In recent years a conflict situation has been created in vast areas of rural India as a result of a clash between the perception of subsistence cultivators and forest departments. These cultivators say that this land is their basic source of livelihood and they can’t survive without it. On the other hand the forest department says citing land records that this is legally forest land and it is now needed to plant trees. Cultivators reply in many cases that the land was actually distributed to them by the revenue department and they have worked hard to make it cultivable.

Legislation to protect rights of tribals is pending in the parliament and it is hoped that this will protect several such small peasants from eviction. But even if all goes well and this law is enacted, it will provide relief to only a part of the subsistence peasants threatened in this way. Only those officially classified as ‘scheduled tribes’ will be protected. Even among them, those having claims before a stipulated year will be protected.

This still leaves a large number of subsistence peasants in an extremely fragile and precarious situation. Something should be done to protect their livelihood too.

This can be achieved by initiating a scheme of tree-farming for these farmers. As the forest department’s main concern is to bring more land under tree cover, it should have no objection to a scheme which achieves this objective while protecting the livelihood of people at the same time.

The main features of such a scheme will be the following:

  • Till such time that the forest department does not intend to start afforestation on this land, existing subsistence farmers will be allowed to continue their subsistence farming without any disturbance.
  • Once an afforestation plan for a site is ready people there will be informed not to plant the next crop. The standing crop will not be harmed in any way.
  • No one will be evicted by force. They will be given an offer by the forest department that they can stay on this land if they agree to become partners in a scheme to plant and protect trees.
  • In this scheme subsistence farmers will remain on their land but they’ll use this land to plant trees instead of agricultural crops. Till the tree growth is small, they can grow some agricultural crop as well, but this will be phased out as trees mature.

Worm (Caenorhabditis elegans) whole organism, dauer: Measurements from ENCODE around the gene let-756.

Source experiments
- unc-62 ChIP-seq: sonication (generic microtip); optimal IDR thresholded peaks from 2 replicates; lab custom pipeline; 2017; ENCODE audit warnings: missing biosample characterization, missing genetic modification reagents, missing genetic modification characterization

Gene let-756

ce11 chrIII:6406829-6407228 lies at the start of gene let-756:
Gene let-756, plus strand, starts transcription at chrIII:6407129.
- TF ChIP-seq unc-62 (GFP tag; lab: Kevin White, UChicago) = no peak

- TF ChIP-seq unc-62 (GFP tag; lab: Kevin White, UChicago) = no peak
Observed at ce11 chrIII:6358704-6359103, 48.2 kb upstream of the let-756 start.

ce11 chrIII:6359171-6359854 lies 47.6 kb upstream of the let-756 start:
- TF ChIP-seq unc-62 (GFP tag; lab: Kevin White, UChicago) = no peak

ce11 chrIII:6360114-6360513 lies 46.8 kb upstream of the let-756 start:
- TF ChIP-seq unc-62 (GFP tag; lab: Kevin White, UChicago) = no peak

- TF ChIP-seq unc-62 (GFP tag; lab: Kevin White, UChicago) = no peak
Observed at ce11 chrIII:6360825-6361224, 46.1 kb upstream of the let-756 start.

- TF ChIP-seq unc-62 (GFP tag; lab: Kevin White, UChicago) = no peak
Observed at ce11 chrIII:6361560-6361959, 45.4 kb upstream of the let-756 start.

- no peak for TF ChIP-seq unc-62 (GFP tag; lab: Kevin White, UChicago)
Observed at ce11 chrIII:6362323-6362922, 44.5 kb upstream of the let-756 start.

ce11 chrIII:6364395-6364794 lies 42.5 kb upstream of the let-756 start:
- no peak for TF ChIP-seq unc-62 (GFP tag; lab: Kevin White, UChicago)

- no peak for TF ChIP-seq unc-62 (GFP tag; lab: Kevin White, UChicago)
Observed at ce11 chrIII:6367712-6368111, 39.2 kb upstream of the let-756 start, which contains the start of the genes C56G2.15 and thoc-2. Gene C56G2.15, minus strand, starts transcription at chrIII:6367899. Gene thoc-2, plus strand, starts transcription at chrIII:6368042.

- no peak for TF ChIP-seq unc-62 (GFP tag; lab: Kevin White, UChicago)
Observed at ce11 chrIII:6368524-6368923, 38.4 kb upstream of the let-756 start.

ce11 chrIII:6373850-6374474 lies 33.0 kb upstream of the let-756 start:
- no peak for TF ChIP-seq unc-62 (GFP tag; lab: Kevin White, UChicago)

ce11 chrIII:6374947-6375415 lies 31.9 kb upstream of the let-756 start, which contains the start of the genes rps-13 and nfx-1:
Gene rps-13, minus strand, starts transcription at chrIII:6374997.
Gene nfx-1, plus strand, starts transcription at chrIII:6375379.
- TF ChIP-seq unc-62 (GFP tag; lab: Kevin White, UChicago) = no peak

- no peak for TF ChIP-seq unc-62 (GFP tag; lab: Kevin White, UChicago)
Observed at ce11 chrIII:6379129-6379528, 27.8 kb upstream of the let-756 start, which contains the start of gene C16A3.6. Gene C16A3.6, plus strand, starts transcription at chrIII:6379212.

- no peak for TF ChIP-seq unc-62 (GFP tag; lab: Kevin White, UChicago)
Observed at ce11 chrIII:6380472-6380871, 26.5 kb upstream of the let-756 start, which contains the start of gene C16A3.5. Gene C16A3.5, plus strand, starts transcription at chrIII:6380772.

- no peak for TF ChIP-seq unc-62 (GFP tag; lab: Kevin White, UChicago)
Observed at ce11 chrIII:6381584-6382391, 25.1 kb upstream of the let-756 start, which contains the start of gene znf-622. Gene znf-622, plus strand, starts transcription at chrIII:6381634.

• As long as they agree to plant and protect trees, there families will get legal rights to land. They will have inheritable rights to, use and sell all non-timber forest (including fruits, flowers, leaves etc.) obtained from these trees (and their undergrowth) in a sustainable way.
  • Economic support to plant and protect trees will be provided by the forest department.
  • Till trees reach an age at which non-timber forest produce can be harvested, these families will get adequate economic assistance from forest dept. and from poverty alleviation schemes.
  • These families will give a legal undertaking not to cut any green trees and not to harm wild life in any way. (But of course they’ll have the right of self-protection if attacked by wild animals).
  • These families will assist forest officials in any drives against poachers and smugglers to protect wild life as well as to extinguish fires. For any such assistance they’ll get some economic compensation.
  • Groups of such families will be helped to form village units. These villages will be entitled to all development and democratic rights which are available to other villages.
  • A family can be evicted if guilt of cutting trees and harming wild life is firmly established. Eviction will be not just in the hands of officials. Democratic bodies of these forest-villages will have an important say in this.

In this way it is possible to create a system in which afforestation work can proceed rapidly while improving the livelihood prospects of people, not disrupting livelihoods in any way.